Recent Blog Posts
While the world focuses on the democratic revolutions in the Middle East, similarly stirring protests in Tibet have seemed to receive less time in the spotlight. The Tibetan people have been protesting the Chinese government for equal rights for nearly 23 years, the longest democratic protest in modern history. As the world shifts its focus away from Tibet, the Tibetan citizens have grown more desperate in their demands for equality and freedom. Since 2009, Tibetan citizens have been setting themselves on fire in order to show the Chinese their dedication to Tibetan freedom. So far 38 people have immolated themselves since 2009, with 25 of these self-immolations happening in 2012. This is a growing trend for protestors, as the most recent self-immolation happened on May 28th and May 31st of this year. Memorials took place in Dharamsala (northern India) for those who sacrificed themselves for the cause they believe in.
Of course, the United States' relationship with China makes this a complicated situation for the U.S. to create a firm consensus on foreign policy. However, this is not an excuse to stand idly by as protestors kill themselves in the name of freedom and equal rights. It's important to support these protestors in order to support freedom, democracy, and civil rights in all situations, rather than only supporting those of political convenience.
When Iran is discussed in conversation, it's typically associated with two phrases: military action or nuclear proliferation. While obviously these are important issues to discuss, especially in light of the current nuclear negotiations between Iran and the six world powers, there seems to be another issue which is continually overlooked. According to the 2010 United Nation Report on Iranian human rights, written by U.N. Secretary General Ban Ki-moon, the Iranian government is guilty of, "excessive use of force, arbitrary arrests and detentions, unfair trials and possible torture and ill-treatment of opposition activists in relation to the post-election unrest in 2009." While the events in 2009 were terrible acts for a government to inflict upon its own people, these atrocities have not stopped since 2010 and existed for decades. These issues were recently discussed in an event hosted by the Carnegie Endowment for International Peace, an event which honored the sacrifice of Iranian journalist and film critic Siamak Pourzand.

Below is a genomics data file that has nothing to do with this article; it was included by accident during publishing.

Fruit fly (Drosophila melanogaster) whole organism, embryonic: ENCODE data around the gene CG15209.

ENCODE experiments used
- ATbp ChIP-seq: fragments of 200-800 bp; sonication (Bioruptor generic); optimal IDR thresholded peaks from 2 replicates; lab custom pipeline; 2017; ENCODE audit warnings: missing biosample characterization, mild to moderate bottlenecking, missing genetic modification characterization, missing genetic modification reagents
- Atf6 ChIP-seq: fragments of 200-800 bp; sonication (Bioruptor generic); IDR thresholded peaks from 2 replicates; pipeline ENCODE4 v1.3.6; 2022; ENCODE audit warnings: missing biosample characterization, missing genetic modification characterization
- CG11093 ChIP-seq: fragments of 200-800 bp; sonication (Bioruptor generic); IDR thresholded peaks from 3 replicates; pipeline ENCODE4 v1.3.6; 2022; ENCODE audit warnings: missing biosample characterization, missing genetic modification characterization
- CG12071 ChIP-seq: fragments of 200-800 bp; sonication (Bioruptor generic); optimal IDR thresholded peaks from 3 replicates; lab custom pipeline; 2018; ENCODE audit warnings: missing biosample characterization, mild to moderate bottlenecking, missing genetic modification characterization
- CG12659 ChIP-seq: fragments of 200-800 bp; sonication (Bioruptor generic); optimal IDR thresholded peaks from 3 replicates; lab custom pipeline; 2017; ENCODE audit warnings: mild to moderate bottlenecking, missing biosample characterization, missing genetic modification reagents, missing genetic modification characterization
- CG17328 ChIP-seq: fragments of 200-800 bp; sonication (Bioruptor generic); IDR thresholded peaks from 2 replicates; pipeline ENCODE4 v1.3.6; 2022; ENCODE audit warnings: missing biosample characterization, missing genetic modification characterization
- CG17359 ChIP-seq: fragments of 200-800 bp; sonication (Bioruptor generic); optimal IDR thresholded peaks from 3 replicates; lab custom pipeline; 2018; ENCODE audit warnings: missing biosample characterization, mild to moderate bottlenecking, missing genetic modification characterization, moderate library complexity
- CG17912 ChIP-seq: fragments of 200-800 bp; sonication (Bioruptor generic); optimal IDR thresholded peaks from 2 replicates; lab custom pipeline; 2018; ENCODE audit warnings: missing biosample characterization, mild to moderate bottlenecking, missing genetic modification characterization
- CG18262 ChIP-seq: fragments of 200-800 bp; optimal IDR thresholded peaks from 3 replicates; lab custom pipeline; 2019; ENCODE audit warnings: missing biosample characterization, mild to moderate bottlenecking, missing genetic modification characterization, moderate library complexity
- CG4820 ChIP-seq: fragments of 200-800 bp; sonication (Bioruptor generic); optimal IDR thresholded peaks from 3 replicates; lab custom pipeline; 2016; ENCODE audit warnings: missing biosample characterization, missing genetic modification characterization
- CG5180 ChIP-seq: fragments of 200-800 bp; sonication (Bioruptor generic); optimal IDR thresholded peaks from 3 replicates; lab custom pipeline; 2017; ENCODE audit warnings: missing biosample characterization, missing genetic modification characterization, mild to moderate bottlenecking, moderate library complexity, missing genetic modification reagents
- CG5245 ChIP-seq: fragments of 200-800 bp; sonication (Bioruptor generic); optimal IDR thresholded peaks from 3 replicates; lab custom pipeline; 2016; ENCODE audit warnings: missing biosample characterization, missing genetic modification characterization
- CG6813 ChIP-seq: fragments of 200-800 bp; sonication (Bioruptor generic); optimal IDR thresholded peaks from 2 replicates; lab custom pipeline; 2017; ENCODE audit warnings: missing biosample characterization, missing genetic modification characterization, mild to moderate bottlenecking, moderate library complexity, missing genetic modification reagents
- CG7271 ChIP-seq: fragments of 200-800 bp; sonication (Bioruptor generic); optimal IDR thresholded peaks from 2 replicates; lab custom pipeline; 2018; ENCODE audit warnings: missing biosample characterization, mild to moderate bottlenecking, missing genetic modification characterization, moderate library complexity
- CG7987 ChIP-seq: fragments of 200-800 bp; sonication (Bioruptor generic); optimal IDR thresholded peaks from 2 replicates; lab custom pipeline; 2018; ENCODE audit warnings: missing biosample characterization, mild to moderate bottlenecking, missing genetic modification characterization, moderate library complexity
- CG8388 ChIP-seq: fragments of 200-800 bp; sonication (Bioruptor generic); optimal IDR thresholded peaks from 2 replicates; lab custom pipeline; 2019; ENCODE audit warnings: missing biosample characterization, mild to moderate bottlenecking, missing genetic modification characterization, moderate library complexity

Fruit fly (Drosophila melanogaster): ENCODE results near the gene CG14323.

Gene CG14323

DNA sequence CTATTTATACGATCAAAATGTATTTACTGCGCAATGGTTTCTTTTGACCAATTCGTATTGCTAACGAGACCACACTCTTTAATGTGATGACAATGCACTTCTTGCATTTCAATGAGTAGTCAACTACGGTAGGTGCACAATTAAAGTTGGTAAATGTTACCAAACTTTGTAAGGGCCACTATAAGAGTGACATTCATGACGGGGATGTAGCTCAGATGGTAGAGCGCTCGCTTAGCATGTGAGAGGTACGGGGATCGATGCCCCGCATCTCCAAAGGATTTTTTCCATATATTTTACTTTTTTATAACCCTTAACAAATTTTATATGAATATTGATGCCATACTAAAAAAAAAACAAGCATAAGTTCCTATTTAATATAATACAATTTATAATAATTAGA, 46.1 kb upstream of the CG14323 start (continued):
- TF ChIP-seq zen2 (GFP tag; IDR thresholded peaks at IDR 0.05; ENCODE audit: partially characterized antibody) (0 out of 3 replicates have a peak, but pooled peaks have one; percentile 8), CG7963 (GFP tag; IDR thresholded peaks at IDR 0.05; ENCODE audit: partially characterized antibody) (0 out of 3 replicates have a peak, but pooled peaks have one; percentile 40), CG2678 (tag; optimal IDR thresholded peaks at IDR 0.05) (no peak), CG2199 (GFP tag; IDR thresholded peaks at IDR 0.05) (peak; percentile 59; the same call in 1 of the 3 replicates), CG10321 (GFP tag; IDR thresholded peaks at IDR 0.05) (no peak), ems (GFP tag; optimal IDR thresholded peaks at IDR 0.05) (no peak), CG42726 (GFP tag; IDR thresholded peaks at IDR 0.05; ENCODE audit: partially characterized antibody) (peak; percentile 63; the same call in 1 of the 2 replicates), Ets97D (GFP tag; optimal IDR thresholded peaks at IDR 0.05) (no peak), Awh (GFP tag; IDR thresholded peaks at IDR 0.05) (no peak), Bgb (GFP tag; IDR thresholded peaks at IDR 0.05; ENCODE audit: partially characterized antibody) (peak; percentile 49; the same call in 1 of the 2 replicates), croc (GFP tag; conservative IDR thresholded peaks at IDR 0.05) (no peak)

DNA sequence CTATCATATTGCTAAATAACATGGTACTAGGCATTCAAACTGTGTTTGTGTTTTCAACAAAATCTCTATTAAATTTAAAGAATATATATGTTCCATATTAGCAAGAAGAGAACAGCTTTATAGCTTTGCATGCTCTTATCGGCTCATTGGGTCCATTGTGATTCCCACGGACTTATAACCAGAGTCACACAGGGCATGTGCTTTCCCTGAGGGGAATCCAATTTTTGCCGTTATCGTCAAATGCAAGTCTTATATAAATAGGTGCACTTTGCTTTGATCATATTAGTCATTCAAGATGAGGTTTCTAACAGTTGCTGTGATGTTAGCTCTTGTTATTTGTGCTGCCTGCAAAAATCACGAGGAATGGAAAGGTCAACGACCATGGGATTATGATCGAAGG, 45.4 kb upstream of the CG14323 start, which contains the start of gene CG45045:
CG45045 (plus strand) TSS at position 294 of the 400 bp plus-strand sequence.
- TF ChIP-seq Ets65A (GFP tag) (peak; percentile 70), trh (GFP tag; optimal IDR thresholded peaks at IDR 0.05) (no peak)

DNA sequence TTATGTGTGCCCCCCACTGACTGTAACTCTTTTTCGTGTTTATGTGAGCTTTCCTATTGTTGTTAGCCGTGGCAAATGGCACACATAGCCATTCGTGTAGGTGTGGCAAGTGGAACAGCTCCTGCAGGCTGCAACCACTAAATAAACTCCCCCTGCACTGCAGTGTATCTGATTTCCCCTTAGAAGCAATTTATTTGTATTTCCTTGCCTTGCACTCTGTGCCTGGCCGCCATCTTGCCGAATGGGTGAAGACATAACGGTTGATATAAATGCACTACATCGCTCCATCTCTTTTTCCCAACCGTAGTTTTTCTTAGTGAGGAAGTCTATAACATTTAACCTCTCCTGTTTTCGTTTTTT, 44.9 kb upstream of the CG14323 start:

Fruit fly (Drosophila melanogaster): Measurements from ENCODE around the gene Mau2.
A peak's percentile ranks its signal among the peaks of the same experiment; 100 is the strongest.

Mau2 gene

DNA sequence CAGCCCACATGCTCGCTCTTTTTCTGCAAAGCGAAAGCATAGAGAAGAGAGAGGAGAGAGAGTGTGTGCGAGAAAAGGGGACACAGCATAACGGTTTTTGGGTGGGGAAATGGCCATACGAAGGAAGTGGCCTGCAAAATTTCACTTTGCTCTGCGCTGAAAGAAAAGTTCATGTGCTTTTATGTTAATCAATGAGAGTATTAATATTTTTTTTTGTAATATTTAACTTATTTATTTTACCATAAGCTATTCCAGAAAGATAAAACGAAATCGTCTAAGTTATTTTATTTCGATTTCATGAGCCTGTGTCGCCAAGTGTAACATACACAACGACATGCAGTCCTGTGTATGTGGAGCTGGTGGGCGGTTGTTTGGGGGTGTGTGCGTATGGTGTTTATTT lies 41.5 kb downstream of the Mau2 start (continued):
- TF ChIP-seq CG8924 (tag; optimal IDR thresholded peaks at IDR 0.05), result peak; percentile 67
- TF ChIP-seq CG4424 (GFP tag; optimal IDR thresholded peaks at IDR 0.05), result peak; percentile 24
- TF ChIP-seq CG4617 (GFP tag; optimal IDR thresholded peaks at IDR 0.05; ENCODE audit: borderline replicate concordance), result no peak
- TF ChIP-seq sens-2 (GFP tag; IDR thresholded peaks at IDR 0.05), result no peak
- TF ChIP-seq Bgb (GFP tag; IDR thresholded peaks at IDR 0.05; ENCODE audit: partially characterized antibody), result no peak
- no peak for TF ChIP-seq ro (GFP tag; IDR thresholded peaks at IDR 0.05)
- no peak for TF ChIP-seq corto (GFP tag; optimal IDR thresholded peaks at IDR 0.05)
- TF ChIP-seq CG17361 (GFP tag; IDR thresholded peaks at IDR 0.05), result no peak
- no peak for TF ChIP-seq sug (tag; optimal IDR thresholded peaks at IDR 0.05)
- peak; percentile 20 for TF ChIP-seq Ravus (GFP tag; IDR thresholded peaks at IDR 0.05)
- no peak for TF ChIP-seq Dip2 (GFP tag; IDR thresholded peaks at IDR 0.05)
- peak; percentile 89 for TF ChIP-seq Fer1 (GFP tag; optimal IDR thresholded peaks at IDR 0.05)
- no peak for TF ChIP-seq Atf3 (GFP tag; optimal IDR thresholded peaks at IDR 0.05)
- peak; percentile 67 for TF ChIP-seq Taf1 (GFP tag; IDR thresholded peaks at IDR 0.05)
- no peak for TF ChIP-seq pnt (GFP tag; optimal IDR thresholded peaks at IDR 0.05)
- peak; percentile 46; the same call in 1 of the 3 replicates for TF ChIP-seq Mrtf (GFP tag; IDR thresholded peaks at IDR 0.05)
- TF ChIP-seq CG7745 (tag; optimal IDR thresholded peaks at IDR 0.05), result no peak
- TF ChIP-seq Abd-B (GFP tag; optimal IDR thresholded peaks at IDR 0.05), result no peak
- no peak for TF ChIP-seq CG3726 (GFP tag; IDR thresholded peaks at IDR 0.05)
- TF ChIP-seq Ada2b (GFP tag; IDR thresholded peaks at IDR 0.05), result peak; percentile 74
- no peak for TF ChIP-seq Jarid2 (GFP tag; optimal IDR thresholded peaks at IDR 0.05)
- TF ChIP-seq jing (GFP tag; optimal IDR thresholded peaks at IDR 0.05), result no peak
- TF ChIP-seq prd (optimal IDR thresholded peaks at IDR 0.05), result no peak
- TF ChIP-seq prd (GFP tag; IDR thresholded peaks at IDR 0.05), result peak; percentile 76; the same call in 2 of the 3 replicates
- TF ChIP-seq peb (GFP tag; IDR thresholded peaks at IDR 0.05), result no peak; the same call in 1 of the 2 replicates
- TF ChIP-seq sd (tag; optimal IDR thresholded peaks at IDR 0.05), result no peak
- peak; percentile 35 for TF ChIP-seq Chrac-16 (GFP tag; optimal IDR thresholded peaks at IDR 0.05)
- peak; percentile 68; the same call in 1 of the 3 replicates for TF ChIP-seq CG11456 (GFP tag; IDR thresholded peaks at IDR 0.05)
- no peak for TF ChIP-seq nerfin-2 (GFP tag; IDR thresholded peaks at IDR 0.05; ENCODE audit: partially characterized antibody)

What began as a day of potential peace for the Syrian people quickly turned into continual despair. Both the Syrian government and anti-government demonstrators agreed to a peace plan, drafted by international envoy Kofi Annan and endorsed by the United Nations, which called for a ceasefire by tomorrow. In order for this plan to be effective, the Syrian government initially agreed to begin withdrawing its troops from Syrian cities, but Syrian President Bashar al-Assad demanded written guarantees that the demonstrators would disarm themselves before troops were removed from the city. Not only must demonstrators be forced to lay down their weapons, but the Syrian government also demanded that foreign states promise to cease all funding to the anti-government demonstrators. The Free Syrian Army (FSA), the primary anti-government resistance force, denied these unacceptable terms, which the government has used as an excuse to not withdraw their troops. On April 10th, when the ceasefire should've begun to take effect, Syrian activists report heavy artillery has not stopped and that at least 23 people have died. For now, the strongest possibility for peace is failing to resolve the Syrian conflict.